|first issues > countries > cape of good hope|
(including British Kaffraria, Mafeking Seiege Stamps, Vryburg)
Imperforate, watermark 15 (anchor), engraved
Designed by Charles Bell (Surveyor-General at the Cape)
Engraved by W. Humphries, Printed by Perkins Bacon
Watermark: Outlined Anchor (arranged in pairs, base to base so that each should appear upright in the stamp)
|Date||Description||# issued (low estimate)||# issued (realistic estimate)||Scott #||Stanley Gibbons #|
|September 1, 1853||1d red on blued paper||420,000||1,550,000||1||1,3|
|September 1, 1853||4d blue on blued paper||465,000||2,700,000||2||2,4|
block of #1s
The stamps were printed by Perkins Bacon in London and periodically shipped to the Cape of Good Hope. The date on which each lot of stamps was printed is not known, but dates on which the stamps arrived at the Cape is known and is used as the basis of calculating the number of stamps printed on blued paper. In addition it is understood that some of the 4d blue printings after 1855 (up until 1861) also caused blueing of paper and therefore the number of stamps listed above has to be given as a combination of estimates. Even in the case of the 1d red stamps it is understood that it was not until April 1857 that stamps free from blueing were printed.
Suffice it to say that the customary listing of blued issues from 1853-1855 and the white paper issues from 1855-1861 is not supported by the facts and therefore it is difficult to definitively identify first issue stamps (especially in the case of the 4d blue on blued paper).
The low-end estimate is calculated as the number of stamps that arrived at the Cape between 1853 and 1855 (based on Scott and Stanley Gibbons listings for the blued paper issues). In the case of the 1d red a realistic estimate is calculated as all issues that arrived at the Cape before April 1857. In the case of the 4d blue the realistic estimate is based on a calculation of relative scarcity (derived from catalogue prices of used items).
The cause of the blueing of the paper, which was unintended, is as a result of the introduction of potassium cyanide or ferro cyanide into the inks or paper. The purpose of using this chemical was to make it more difficult for people to clean the cancellation off the stamp. After such a cleaning the resulting print of the stamp would show that the stamp had been tampered with.
The only way to decide if a stamp is on blued paper is to look at the back of the stamp. A stamp is not on blued paper unless the back is definitely blued - whatever the front appears to be.
A common feature of blued paper is the so-called 'ivory head' appearance at the back of the stamp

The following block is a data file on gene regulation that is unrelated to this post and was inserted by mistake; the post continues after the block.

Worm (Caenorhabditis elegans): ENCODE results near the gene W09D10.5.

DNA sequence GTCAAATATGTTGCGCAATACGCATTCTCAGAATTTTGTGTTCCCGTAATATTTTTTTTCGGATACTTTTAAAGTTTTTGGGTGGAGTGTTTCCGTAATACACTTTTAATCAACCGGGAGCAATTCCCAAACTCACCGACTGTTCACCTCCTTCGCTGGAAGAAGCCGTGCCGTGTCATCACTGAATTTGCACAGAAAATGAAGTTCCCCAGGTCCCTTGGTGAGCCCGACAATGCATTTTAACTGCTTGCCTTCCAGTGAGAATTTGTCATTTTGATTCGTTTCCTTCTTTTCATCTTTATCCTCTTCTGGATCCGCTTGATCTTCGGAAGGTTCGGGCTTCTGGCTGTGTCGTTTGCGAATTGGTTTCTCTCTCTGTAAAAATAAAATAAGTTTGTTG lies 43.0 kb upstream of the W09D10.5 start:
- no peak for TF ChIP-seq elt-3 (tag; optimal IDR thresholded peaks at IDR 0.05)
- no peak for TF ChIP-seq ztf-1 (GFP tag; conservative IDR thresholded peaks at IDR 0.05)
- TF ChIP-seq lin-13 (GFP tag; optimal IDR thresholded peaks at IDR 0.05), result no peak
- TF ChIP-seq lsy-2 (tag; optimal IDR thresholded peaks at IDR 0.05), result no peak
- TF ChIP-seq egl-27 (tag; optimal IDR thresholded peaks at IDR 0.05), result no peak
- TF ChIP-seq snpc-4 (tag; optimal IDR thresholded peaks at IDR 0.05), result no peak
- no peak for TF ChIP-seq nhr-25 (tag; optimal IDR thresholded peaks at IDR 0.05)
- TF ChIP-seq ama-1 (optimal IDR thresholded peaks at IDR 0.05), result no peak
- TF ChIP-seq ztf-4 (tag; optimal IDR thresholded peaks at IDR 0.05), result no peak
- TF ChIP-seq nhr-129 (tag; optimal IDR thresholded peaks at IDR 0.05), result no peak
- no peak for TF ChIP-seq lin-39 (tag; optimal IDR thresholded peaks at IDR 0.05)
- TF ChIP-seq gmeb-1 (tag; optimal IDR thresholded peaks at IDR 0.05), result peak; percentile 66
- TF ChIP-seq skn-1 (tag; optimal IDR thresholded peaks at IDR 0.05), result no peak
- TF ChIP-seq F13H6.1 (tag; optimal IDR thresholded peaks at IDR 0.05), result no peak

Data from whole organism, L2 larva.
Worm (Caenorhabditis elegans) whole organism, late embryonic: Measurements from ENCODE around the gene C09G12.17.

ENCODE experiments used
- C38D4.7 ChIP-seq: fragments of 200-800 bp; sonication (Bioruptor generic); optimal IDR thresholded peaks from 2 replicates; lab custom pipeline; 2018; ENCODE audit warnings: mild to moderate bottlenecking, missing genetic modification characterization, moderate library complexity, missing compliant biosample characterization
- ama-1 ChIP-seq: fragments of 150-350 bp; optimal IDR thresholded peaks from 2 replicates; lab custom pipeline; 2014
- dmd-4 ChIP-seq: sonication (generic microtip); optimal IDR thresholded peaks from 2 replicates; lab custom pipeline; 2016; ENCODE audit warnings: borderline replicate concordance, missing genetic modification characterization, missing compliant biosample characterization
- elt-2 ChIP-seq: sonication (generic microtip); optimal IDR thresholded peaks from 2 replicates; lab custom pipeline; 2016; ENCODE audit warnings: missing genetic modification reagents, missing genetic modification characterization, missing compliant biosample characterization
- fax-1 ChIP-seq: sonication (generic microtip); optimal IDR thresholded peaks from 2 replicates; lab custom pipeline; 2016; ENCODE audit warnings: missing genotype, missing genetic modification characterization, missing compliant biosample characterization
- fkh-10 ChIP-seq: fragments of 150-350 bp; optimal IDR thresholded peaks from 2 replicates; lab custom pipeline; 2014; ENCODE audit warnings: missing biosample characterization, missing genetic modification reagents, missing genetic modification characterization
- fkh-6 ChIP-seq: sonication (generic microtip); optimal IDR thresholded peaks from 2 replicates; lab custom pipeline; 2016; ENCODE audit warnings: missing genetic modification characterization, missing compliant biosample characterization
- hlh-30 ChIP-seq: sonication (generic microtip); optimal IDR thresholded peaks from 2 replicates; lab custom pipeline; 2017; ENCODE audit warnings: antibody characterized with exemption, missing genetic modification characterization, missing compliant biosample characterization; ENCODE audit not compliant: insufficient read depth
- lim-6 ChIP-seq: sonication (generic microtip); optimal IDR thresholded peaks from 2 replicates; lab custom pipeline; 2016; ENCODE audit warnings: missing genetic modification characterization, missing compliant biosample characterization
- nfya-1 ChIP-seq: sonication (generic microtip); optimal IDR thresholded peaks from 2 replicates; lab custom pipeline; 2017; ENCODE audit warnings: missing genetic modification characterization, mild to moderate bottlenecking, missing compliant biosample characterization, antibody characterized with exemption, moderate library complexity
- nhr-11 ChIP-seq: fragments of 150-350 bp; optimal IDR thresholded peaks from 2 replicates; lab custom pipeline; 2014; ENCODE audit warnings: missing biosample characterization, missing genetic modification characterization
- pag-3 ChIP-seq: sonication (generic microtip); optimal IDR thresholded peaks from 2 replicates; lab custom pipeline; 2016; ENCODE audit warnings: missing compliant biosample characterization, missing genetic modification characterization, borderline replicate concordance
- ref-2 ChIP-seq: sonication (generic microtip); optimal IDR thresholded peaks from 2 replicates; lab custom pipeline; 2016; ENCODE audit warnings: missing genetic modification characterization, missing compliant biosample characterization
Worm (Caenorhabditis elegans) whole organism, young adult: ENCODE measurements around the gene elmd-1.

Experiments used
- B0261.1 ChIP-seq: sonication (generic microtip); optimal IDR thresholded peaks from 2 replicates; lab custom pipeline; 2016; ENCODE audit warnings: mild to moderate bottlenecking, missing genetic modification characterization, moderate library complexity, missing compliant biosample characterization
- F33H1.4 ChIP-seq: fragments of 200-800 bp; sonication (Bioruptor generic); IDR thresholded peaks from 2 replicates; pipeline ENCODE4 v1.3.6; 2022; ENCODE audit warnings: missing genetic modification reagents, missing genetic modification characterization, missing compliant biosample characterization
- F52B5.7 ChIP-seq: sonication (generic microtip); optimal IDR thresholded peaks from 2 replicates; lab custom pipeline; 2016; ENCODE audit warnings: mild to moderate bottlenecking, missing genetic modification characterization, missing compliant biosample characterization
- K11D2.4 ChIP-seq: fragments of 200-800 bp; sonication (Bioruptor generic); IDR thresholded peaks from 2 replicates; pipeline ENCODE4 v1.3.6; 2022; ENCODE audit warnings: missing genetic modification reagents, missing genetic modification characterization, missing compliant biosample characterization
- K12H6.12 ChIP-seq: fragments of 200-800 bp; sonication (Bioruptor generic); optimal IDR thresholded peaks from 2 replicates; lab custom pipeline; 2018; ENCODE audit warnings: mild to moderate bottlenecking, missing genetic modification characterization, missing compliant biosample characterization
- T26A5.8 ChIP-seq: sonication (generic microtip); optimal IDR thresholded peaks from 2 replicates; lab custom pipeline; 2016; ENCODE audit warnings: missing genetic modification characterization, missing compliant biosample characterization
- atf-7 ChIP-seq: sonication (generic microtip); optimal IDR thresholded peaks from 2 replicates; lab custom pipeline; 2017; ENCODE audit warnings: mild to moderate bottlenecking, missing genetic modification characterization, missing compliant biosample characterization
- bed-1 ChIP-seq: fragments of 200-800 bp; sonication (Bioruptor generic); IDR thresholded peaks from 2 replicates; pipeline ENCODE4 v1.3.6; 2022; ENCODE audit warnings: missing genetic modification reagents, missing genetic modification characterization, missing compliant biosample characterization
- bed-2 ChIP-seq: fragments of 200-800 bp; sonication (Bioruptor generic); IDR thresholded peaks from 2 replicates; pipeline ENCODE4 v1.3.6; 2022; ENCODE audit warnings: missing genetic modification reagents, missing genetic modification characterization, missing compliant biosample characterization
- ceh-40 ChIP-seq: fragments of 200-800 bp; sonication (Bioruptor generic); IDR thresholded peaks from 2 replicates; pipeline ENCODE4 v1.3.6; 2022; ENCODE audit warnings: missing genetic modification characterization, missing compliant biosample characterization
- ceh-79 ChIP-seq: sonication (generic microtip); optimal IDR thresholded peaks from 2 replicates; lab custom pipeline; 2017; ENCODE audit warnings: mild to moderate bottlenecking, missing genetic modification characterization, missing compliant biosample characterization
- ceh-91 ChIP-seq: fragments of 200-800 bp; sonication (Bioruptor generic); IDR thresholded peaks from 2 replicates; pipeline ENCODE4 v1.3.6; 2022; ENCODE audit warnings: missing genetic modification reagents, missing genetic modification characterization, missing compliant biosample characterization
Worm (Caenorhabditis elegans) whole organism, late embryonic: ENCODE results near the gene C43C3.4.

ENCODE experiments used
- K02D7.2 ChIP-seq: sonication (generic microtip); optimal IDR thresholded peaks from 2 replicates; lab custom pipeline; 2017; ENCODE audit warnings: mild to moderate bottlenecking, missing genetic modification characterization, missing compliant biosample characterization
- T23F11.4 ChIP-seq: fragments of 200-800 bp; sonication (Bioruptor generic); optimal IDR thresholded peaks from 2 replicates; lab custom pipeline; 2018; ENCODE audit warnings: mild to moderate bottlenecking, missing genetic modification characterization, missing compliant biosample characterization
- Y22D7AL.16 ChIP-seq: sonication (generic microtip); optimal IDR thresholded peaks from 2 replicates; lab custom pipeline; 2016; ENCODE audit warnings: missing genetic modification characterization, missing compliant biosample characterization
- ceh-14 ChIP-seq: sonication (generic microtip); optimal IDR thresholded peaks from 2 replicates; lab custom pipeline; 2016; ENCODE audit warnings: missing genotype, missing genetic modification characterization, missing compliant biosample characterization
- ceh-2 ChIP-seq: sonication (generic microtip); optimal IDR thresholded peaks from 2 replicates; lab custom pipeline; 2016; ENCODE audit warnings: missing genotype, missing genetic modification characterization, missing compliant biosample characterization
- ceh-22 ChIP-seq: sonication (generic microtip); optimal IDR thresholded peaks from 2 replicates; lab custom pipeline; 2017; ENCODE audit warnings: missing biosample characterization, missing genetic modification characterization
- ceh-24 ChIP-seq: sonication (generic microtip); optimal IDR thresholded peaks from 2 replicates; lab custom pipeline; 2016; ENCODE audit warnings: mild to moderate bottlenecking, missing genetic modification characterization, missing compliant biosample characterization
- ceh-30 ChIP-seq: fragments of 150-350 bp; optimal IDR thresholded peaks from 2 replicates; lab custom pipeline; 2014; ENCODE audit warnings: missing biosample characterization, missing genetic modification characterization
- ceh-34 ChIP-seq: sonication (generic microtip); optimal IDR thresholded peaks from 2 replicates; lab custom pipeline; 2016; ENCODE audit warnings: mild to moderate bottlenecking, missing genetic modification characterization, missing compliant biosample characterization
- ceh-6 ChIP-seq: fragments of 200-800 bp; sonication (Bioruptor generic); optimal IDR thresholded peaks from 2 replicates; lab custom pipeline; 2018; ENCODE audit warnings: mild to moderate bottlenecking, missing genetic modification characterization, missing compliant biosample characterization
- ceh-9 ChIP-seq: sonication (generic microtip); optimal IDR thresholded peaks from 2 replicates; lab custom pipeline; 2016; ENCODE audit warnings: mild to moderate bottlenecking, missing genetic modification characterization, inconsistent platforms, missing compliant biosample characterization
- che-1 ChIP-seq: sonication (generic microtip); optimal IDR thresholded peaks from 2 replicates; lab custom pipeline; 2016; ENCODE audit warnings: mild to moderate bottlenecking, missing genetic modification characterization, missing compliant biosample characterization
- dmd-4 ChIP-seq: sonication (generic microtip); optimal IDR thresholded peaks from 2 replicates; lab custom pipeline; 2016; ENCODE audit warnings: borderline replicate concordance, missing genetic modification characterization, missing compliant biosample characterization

All the Cape Triangular plates were prepared from a single Master Die. This Master Die was used to create the Pair Dies for each of the denominations (1d, 4d, 6d and 1s). The Pair Dies in turn where used to manufacture the printing plates that consisted of 15 horizontal rows of 8 pairs each, making 240 stamps.
The 1d red was intended for the prepayment of postage on newspapers and the 4d blue for postage on letters (at a rate of 4d per half-ounce). These first issue denominations were only intended for local correspondence as the postal union had not yet been introduced. It was not until 1857 that an agreement on uniform rates for overseas mail was reached (6d per half-ounce for correspondense between the Cape and the United Kingdom).
The Triangular Defacing Stamp of 1853 (the letters CGH stand for Cape of Good Hope)
The instructions to Postmasters were that each stamp had to be suitably cancelled with the Triangular Defacing Stamp in black ink. Initally there was no date on the letters as the date stamps that were to be used upon despatch and receipt of letters were only introduced from December 1853 onwards (a few months after the stamps were already in use). Therefore the date of September 1st 1853 listed above is the nominal date of first use and as a result there are no 'First Day Covers'.
The Triangular Defacing Stamp is known in colours other than black (red, blue and green), but examples of this are rare and of tremendous philatelic interest.
Thank you very much to Jake Shepherd for all the above information. All errors and omissions are the sole responsibility of the webmaster.
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|Page created 19 Feb 2014||Page updated 25 Jan 2016|